It was not a secret that the country was balancing on the brink of war. Washington took some preparatory measures, including sending two amphibious ships to the Red Sea as far back as January. Back then US State Secretary Kerry said at one congressional hearing that Iran was involved in the overthrow of Yemeni government. Samantha Power, the US Ambassador to the United Nations, wants to hear nothing about the Islamic State’s responsibility for the recent terrorist acts. She said the Houthis had «consistently undermined Yemen's transition». According to her, they have been involved in violence ever since they overtook Sana, seized all the government buildings and tried to rule the country without sharing power with anyone else. It can be construed as suggesting that there is an Iranian trace while the US is unable to counter the Islamic State going beyond the borders of Iraq and Syria. 

The situation in Yemen is a result of the US policy. In 2010 America was behind the regime changes in a number of Middle East states. The US-provoked unrest known as the «Arab Spring» led to the overthrow of governments in Tunisia, Egypt, Libya and Yemen. The regimes had been in power for dozens of years. With them ousted, the region plunged into the quagmire of violence. 

The political crisis in Yemen started in 2011 when Ali Abdullah Saleh, who ruled the country since 1978, finally signed away his presidency in favor of his Vice President Abd al-Rab Mansur al-Hadi, a fairly weak figure who lacked a significant support base, either in politics or the military. The ensuing political crisis has been continuing since then. Islamists came to power in all the countries hit by the «Arab Spring». The US interference into the Middle East had nothing to do with the cherished desires of Arab people. Yemen faces political mess; it’s on the brink of disintegration. The Pentagon is unable to account for more than $500 million in U.S. military aid given to Yemen. The Houthis took hold of many military facilities in the northern part of the country, including in the vicinity of Sana where US military instructors trained Yemeni counter-insurgency units. Some military installations were overtaken by al-Qaeda in the Arabian Peninsula. The US training programs and arms supplies have produced no results, the US-assisted government forces failed in their attempts to quell the rebel’s movements. The same thing happened in Iraq and Afghanistan. In a 2013 report, the U.S. Government Accountability Office found that the primary unclassified counterterrorism program in Yemen lacked oversight and that the Pentagon had been unable to assess whether it was doing any good. Now it’s clear that the US-supplied arms got into the hands of warring groups backed by Saudi Arabia and Iran.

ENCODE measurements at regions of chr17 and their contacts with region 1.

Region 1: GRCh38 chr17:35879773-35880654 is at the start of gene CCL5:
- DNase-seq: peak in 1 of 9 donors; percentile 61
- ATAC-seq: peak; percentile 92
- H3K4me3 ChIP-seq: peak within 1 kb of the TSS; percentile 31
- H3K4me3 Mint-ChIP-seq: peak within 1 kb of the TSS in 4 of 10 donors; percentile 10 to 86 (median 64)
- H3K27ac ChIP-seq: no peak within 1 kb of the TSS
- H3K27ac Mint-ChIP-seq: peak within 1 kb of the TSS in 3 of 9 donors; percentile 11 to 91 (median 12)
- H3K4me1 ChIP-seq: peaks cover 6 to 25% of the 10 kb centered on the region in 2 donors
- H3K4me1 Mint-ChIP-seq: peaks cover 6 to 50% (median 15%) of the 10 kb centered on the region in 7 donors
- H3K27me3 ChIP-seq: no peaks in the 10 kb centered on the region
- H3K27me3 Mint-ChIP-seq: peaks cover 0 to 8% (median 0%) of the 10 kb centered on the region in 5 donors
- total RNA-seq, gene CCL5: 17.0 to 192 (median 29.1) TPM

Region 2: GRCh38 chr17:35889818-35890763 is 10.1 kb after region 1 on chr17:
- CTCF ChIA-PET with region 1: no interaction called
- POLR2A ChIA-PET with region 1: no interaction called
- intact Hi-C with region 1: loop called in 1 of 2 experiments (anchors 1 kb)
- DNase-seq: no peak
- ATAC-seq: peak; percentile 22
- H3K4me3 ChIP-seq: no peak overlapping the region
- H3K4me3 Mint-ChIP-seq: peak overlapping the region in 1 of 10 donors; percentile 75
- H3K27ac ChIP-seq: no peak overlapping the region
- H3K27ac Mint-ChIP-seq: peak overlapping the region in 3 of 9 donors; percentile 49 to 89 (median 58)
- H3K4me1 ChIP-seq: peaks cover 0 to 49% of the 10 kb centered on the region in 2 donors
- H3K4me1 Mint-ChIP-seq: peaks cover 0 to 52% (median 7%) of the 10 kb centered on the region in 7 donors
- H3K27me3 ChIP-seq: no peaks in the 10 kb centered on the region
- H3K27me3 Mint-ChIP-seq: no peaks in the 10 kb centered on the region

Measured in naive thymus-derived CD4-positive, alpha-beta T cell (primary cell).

The Yemen’s turf wars waged by groups backed by other countries pose a big threat to regional security. It is be naïve to suppose that Iran will be idly watching the Shia group Ansar Allah suffering a defeat and do nothing but make diplomatic statements. The intestine war in Yemen is part of struggle for regional influence. Iran perceives the situation in Yemen as further development of events in Syria, Iraq and Lebanon. These countries have large Shia communities. Iran strives to increase its clout there to counterbalance the Sunnis backed by Saudi Arabia.